Tom Sawyer is the charismatic, clever, educated, but hopelessly romantic, best friend of Huck. The two conveniently reunite a few chapters from the end, and are forced to pretend to be brothers in order to trick Tom’s Aunt and Uncle, who are keeping Jim captive, and plan on selling him back into slavery. While Huck has a simple plan that will free Jim and get them safely down the river within one night, Tom dismisses it as too simple and easy, as fantastic stories of prison escapes and thievery swim around in his mind. Tom seems to believe that there is a certain way to do things and that’s how it must be done, as that’s how it’s always been done.  Instead of using a saw or shovels or picking the locks in order to free Jim, he makes things deliberately intricate and strenuous as to make a more interesting story. When Huck points out the preposterousness of Tom’s plans, he responds with a passionate speech. “It don’t make no difference how foolish it is, it’s the right way- and it’s the regular way. And there ain’t no other way, that ever I heard of, and I’ve read all the books that gives any information about these sort of things. They always dig out with a case-knife- and not through dirt, mind you, generly it’s over solid rock. And it takes them weeks and weeks and weeks, and for ever and ever. Why, look at one of them prisoners in the bottom dungeon of the Castle Deef, in the harbor of Marseilles, that dug himself out that way; how long was he at it, you reckon?” (Twain, The Adventures of Huckleberry Finn, 156) Huck reluctantly follows along with his friend’s wild schemes, but the most efficient way becomes apparent quickly.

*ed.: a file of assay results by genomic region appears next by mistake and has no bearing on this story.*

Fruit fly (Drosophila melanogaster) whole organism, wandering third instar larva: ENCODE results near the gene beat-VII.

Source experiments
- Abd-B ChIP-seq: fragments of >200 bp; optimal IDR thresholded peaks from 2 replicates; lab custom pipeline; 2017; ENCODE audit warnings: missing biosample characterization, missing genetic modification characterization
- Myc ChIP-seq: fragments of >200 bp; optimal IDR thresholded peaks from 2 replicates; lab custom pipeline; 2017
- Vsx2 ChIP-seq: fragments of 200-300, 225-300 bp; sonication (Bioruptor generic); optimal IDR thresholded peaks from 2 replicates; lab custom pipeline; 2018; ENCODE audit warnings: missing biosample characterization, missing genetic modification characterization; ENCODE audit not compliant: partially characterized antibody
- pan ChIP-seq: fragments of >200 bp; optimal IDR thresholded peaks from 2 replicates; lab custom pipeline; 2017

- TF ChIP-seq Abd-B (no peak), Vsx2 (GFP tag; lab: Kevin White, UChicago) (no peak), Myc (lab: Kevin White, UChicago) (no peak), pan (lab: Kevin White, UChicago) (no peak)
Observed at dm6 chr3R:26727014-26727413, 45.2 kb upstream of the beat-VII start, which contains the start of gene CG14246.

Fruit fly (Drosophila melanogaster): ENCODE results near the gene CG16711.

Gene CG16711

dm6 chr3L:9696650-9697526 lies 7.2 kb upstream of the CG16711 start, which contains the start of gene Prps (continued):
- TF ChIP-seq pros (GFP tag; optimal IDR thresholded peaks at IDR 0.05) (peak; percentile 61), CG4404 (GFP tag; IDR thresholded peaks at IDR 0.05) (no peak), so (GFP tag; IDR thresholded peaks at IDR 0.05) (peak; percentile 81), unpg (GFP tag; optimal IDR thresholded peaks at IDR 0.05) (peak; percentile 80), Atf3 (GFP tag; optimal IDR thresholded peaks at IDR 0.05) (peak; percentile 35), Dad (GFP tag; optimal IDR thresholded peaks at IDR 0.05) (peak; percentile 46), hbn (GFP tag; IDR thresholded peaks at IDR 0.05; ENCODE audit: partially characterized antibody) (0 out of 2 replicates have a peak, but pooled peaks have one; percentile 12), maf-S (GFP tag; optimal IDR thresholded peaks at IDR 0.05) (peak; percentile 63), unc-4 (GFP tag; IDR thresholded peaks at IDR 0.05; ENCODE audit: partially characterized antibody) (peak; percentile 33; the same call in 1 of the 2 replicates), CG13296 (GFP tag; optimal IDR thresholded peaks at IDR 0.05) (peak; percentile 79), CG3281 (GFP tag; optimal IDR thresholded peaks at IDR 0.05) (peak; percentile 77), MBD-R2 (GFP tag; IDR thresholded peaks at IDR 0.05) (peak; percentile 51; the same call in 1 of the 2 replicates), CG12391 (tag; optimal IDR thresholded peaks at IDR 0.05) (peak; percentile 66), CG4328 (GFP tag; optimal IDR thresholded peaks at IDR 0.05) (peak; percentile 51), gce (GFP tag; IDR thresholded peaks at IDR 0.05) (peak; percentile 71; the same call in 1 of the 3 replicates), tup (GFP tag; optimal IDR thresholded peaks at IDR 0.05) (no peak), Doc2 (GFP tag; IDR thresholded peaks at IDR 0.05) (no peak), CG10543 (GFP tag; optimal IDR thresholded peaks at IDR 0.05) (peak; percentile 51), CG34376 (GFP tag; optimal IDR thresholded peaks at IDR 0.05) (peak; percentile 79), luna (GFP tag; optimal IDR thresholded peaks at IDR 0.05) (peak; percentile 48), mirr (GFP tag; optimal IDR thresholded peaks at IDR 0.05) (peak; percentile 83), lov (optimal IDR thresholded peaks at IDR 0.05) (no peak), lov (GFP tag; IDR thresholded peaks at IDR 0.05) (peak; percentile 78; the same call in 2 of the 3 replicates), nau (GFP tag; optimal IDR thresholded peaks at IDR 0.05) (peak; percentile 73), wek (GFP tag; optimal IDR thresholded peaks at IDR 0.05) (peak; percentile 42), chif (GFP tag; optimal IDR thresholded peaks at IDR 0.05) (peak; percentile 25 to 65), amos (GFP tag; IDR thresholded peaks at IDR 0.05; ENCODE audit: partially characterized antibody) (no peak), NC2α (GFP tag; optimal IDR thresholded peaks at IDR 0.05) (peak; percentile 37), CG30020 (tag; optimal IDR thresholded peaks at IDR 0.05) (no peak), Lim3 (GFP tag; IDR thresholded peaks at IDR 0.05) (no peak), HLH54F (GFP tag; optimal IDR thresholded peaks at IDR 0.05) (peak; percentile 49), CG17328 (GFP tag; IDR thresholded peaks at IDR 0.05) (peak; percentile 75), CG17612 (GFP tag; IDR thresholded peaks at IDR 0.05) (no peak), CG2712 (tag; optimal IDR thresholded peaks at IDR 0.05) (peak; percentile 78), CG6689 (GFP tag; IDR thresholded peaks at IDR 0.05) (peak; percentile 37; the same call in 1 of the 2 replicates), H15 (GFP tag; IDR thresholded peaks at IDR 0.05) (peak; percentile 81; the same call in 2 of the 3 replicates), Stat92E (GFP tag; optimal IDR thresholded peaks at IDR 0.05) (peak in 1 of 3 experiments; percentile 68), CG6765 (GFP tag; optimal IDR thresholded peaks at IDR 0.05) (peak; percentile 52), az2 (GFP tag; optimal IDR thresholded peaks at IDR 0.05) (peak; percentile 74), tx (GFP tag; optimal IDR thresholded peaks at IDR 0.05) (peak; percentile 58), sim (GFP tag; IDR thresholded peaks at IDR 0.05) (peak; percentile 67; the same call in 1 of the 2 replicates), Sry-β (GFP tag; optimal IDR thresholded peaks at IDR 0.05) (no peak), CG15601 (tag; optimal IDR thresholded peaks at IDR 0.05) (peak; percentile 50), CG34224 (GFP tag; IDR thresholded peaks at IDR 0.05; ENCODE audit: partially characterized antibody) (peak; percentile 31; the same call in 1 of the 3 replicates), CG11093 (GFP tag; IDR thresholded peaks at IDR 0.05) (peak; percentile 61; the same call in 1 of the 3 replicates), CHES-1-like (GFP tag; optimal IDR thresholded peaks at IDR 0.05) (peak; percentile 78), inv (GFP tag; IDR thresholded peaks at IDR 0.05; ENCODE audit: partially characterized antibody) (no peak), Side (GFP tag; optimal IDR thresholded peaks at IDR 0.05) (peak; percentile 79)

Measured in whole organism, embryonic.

As the two do everything the ‘way it’s supposed to be done’, things become very difficult. From digging tunnels under houses with knives, to eating the sawdust of a sawed off bed leg, Tom’s idealistic way of doing things makes freeing Jim a nightmare. At one point, Tom wishes to put rattlesnakes and other creatures of the sort in the room with Jim, so that he can become friends with them, that he may have feral company, like all prisoners do apparently. Jim flips out, as one might expect, at this idea, and after a long argument, Tom finally surrenders and puts garter snakes in instead. His way also almost gets them caught several times, as Tom tries to play things way too risky. Huck begins to doubt the intelligence of his friend, as he seems to be making it almost impossible to free Jim, especially when Tom begins to realize his follies. A good example is when Tom gives up digging with knives, and the two start using picks, but Tom makes Huck promise, that if he tells anyone this story, that Huck would say they used knives and that it lasted a lot longer.

In his great satire, Mark Twain satirizes the foolishness of romanticism, especially toward the climax of the book. Huck represents the realist who is looked down upon as unimaginative, while Tom symbolizes the romantic whose style is unpractical and he eventually has to lie in order to create the grand adventure he imagines. Twain is clearly telling the audience to not trust the idealistic way of thinking, as it is a dishonest, foolish path, and that we should look at things the way they are.